“At this moment in time, there is no reason to believe that this is a bias or hate crime,” Tusken said in a Sunday press conference, adding the classification of the crime is subject to change as the investigation continues.
Duluth police and firefighters responded to a report of a fire early Monday morning and found Adas Israel Congregation, a 119-year-old Orthodox synagogue, in flames.
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Huzef Vohra is haunted by flashbacks. The roar of a motorcycle, a loud bang, a whistle-like snore — they catapult the civil engineer back to March 15, to the bottom of a pile of bodies in the corner of Al Noor Mosque. In the disoriented rush that followed a gunman opening fire there, Vohra, 21, charged toward an exit but was quickly caught in the stampede to escape.
“People toppled on top of me,” he said. “I was trapped.”
Six months later, Vohra and many others in New Zealand are still grappling with a pair of attacks on two Christchurch mosques, Al Noor and the Linwood Islamic Center. Authorities have described the massacre as an act of terror carried out by a suspected white supremacist, who will face trial next year. With a death toll of 51, March 15 marks the worst atrocity in New Zealand’s modern history.
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A visibly frantic Prime Minister Benjamin Netanyahu is in the fight of his political life as the country heads to national elections for the second time this year.
With Netanyahu locked in a razor tight race and facing the likelihood of criminal corruption charges, a decisive victory in Tuesday's vote may be the only thing to keep him out of the courtroom. A repeat of the deadlock in April's election, or a victory by challenger Benny Gantz, could spell the end of the career of the man who has led the country for the past decade.
Netanyahu's daily campaign stunts have helped him set the national agenda — a tactic the media-savvy Israeli leader has perfected throughout his three decades in national politics. But it may well be the things he can't control — including a former political ally turned rival and Palestinian militants in the Gaza Strip — that bring him down.
In the Aurora mobile home park where she lived for 16 years, eviction notices kept coming to Petra Bennett's door -- for unauthorized guests, lack of insurance, late rent. They were bogus threats to make the single mother leave. And eventually, she did.
In Federal Heights, Karla Lyons' waitressing wages are eaten up by a constant stream of home and yard repairs ordered by her park manager, including removal of a giant maple tree that fell on her patio roof and crushed it. She would move if she could afford it.
And in Boulder, Greg Gustin carries a knife in the pocket of his jeans while on duty as manager of a 1950s-era mobile home park that is one of the sketchiest spots in town. When a resident was accused of strangling his wife last year and leaving her to die in the manager's officer, Gustin pulled surveillance video to defend himself to police.
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A helicopter pilot volunteering in the Bahamas in the aftermath of Hurricane Dorian was shocked to discover this week that an area full of debris from the storm was inhabited by up to 40 people, NBC News reports.
Justin Johnson, who owns Timberview Helicopters in Destin, Florida, with his wife, Angela, was heading to Fox Town on Little Abaco Island. The couple was in the hurricane-ravaged Bahamas with MEDIC Corps, a volunteer group that serves people affected by natural disasters.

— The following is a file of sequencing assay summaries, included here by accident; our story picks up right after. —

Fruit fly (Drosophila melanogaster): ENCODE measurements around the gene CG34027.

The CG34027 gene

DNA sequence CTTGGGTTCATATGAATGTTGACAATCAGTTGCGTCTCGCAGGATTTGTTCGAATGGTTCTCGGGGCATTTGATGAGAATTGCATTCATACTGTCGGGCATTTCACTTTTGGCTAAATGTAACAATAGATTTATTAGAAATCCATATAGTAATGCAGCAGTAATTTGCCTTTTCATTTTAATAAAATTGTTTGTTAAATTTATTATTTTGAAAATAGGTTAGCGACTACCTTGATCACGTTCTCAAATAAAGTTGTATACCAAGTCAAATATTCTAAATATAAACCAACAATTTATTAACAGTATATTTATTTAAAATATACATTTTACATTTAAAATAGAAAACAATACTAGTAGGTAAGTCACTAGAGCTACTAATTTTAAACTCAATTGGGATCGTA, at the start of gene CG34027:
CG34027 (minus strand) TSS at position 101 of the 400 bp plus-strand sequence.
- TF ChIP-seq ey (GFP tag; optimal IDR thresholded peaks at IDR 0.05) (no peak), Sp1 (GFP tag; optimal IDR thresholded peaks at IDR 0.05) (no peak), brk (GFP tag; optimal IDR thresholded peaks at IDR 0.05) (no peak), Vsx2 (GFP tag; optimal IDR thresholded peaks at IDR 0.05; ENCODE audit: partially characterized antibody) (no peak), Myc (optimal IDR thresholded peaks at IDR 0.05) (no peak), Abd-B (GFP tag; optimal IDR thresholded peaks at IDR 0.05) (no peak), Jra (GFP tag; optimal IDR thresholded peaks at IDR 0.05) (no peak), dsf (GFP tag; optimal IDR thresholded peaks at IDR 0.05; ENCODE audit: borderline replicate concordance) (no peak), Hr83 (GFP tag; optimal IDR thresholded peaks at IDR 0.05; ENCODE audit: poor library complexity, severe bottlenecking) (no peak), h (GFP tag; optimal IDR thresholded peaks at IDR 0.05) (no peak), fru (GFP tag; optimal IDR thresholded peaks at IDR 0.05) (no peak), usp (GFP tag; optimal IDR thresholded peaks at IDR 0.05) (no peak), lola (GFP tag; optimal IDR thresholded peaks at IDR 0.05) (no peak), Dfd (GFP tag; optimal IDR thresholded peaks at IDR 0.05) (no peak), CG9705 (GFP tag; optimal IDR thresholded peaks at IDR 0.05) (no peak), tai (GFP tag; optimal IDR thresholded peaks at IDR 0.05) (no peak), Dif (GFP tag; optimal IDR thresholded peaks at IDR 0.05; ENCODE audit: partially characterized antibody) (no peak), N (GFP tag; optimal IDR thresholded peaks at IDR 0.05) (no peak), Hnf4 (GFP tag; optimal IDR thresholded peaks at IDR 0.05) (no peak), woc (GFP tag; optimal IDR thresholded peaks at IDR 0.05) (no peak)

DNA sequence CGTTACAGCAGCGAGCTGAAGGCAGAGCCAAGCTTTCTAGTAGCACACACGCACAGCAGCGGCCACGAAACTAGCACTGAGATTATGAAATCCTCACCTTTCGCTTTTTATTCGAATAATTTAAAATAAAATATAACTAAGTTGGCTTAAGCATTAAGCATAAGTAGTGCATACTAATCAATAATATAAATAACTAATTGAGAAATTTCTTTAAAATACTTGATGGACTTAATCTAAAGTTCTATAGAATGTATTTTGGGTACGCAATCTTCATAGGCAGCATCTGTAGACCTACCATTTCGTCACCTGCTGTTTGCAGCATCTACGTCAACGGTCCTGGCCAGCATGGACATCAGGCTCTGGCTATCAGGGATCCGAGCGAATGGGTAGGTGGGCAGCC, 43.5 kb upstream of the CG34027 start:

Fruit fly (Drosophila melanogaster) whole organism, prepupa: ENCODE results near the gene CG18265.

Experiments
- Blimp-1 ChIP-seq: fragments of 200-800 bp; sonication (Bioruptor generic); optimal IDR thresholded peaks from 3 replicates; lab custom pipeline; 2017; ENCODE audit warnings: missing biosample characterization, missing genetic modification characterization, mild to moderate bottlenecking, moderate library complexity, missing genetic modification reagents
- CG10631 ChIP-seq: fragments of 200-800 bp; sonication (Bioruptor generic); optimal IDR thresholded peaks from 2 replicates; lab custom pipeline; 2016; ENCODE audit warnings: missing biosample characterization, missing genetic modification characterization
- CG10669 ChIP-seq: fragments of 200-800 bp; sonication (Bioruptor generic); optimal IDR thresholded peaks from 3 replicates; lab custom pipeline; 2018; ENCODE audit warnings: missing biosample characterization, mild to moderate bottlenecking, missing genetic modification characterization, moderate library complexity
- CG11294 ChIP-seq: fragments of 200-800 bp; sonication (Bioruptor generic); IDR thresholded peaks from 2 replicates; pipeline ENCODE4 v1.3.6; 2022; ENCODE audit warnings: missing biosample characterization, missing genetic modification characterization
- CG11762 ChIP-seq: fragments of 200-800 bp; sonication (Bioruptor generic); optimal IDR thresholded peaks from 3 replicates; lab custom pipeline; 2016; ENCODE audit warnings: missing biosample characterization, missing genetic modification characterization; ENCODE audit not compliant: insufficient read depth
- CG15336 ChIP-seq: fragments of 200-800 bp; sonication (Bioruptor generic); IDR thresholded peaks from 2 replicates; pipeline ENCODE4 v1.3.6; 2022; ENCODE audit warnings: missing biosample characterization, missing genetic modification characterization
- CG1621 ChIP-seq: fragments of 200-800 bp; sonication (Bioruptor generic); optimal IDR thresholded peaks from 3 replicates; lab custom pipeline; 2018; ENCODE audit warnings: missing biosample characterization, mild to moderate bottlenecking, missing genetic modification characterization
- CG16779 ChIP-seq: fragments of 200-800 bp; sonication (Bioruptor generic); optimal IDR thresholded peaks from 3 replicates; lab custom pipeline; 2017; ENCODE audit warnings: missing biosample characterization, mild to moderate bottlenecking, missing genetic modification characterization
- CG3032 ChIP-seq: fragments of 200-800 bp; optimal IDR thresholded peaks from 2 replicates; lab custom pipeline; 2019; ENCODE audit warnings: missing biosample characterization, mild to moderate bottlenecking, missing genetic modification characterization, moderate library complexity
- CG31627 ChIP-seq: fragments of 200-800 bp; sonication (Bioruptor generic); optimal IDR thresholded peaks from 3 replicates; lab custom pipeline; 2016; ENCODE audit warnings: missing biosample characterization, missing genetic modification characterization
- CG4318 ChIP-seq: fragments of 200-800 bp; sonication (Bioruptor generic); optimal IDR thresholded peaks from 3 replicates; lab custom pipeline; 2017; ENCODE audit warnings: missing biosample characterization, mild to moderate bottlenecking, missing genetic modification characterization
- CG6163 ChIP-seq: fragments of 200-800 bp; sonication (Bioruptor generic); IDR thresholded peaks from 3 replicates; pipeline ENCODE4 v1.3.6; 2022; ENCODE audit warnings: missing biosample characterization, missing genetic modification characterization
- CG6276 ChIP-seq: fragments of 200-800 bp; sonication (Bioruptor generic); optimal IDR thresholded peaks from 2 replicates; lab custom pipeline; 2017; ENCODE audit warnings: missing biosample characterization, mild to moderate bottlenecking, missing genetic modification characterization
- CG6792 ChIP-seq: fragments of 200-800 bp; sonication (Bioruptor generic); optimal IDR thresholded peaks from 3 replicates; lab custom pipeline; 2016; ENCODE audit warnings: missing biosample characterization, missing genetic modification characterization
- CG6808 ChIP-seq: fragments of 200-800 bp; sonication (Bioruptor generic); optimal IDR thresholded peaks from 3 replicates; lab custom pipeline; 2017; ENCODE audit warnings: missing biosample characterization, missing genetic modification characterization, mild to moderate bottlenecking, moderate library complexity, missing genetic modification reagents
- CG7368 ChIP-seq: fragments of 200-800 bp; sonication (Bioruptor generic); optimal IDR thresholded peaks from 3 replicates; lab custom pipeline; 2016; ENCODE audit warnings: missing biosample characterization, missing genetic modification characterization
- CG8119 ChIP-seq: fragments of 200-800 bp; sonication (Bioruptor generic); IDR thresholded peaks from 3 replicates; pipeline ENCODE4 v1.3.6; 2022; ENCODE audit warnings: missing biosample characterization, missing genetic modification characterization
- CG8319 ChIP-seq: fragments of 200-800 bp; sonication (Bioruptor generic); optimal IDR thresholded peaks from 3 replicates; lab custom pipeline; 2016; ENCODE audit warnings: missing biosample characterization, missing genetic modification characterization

"Being there, you can't process that that really just happened,” Angela Johnson said about the devastation left by the storm, which flattened whole towns and left at least 50 people dead.
MEDIC Corps said the debris-filled village had been overlooked because it was located off main roads, and the residents didn’t have vehicles or speak English. The stranded people were in desperate need of supplies and support, the group said in a statement.
Many were undocumented Haitian immigrants who “are afraid of being deported so it is sometimes difficult to provide evacuation to these communities and they aren’t the first to show themselves,” MEDIC Corps said.
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Roughly 49,000 workers at General Motors plants in the U.S. plan to go on strike just before midnight Sunday, but talks between the United Auto Workers and the automaker will resume.
About 200 plant-level union leaders voted unanimously in favor of a walkout during a meeting Sunday morning in Detroit. Union leaders said the sides were still far apart on several major issues and they apparently weren't swayed by a GM offer to make new products at or near two of the four plants it had been planning to close, according to someone briefed on the matter.
"We stood up for General Motors when they needed us most," union Vice President Terry Dittes said in a statement, referring to union concessions that helped GM survive bankruptcy protection in 2009. "Now we are standing together in unity and solidarity for our members."
Police fired chemical-laced blue water and tear gas at protesters who lobbed Molotov cocktails outside the Hong Kong government office complex Sunday, as violence flared anew after thousands of pro-democracy supporters marched through downtown in defiance of a police ban.
A mixed crowd of hardcore protesters in black and wearing masks, along with families with children, spilled into the roads of the Causeway Bay shopping belt and marched for over 2 kilometers (1.2 miles) to the central business district. Some waved U.S. and British flags, while others carried posters reiterating their calls for democratic reforms.
New York Gov. Andrew Cuomo is pushing to enact a statewide ban on the sale of flavored e-cigarettes amid growing health concerns connected to vaping, especially among young people.
The Democrat announced Sunday that the state health commissioner would be making a recommendation this week to the state Public Health and Health Planning Council. The council can issue emergency regulations that would go into effect as soon as they are voted on and start being enforced in as soon as two weeks, following a short grace period for retailers, officials said.
In announcing the action, Cuomo sharply criticized the flavors that are for sale, like bubble gum and cotton candy.